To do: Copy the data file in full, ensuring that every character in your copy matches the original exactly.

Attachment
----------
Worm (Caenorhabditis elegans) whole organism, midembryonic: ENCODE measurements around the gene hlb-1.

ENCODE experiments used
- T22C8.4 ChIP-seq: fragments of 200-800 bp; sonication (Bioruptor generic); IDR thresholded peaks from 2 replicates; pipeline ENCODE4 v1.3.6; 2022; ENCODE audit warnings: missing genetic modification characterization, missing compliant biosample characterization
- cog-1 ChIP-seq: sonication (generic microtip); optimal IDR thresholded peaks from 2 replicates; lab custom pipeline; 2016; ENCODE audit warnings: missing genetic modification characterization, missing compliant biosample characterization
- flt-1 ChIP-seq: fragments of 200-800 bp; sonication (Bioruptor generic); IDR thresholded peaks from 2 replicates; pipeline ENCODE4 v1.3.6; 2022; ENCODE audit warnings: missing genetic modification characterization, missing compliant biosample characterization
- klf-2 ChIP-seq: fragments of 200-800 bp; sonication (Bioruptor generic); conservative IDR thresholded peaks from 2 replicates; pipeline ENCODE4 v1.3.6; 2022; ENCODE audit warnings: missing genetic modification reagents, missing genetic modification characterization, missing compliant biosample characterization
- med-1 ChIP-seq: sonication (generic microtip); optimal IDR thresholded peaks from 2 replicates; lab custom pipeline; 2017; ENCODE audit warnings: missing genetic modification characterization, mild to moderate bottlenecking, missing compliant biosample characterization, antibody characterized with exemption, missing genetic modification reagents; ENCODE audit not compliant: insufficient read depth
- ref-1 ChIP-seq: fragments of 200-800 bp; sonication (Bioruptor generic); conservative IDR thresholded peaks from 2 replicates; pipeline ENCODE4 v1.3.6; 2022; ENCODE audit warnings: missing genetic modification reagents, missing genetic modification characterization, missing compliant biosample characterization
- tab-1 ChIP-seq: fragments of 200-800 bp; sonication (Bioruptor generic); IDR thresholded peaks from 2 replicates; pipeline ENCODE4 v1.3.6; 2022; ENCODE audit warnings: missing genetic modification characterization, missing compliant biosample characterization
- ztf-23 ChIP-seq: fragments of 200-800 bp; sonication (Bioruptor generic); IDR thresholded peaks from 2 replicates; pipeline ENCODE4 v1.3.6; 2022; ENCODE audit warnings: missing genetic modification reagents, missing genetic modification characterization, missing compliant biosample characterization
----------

Worm (Caenorhabditis elegans) whole organism, midembryonic: ENCODE measurements around the gene hlb-1.

ENCODE experiments used
- T22C8.4 ChIP-seq: fragments of 200-800 bp; sonication (Bioruptor generic); IDR thresholded peaks from 2 replicates; pipeline ENCODE4 v1.3.6; 2022; ENCODE audit warnings: missing genetic modification characterization, missing compliant biosample characterization
- cog-1 ChIP-seq: sonication (generic microtip); optimal IDR thresholded peaks from 2 replicates; lab custom pipeline; 2016; ENCODE audit warnings: missing genetic modification characterization, missing compliant biosample characterization
- flt-1 ChIP-seq: fragments of 200-800 bp; sonication (Bioruptor generic); IDR thresholded peaks from 2 replicates; pipeline ENCODE4 v1.3.6; 2022; ENCODE audit warnings: missing genetic modification characterization, missing compliant biosample characterization
- klf-2 ChIP-seq: fragments of 200-800 bp; sonication (Bioruptor generic); conservative IDR thresholded peaks from 2 replicates; pipeline ENCODE4 v1.3.6; 2022; ENCODE audit warnings: missing genetic modification reagents, missing genetic modification characterization, missing compliant biosample characterization
- med-1 ChIP-seq: sonication (generic microtip); optimal IDR thresholded peaks from 2 replicates; lab custom pipeline; 2017; ENCODE audit warnings: missing genetic modification characterization, mild to moderate bottlenecking, missing compliant biosample characterization, antibody characterized with exemption, missing genetic modification reagents; ENCODE audit not compliant: insufficient read depth
- ref-1 ChIP-seq: fragments of 200-800 bp; sonication (Bioruptor generic); conservative IDR thresholded peaks from 2 replicates; pipeline ENCODE4 v1.3.6; 2022; ENCODE audit warnings: missing genetic modification reagents, missing genetic modification characterization, missing compliant biosample characterization
- tab-1 ChIP-seq: fragments of 200-800 bp; sonication (Bioruptor generic); IDR thresholded peaks from 2 replicates; pipeline ENCODE4 v1.3.6; 2022; ENCODE audit warnings: missing genetic modification characterization, missing compliant biosample characterization
- ztf-23 ChIP-seq: fragments of 200-800 bp; sonication (Bioruptor generic); IDR thresholded peaks from 2 replicates; pipeline ENCODE4 v1.3.6; 2022; ENCODE audit warnings: missing genetic modification reagents, missing genetic modification characterization, missing compliant biosample characterization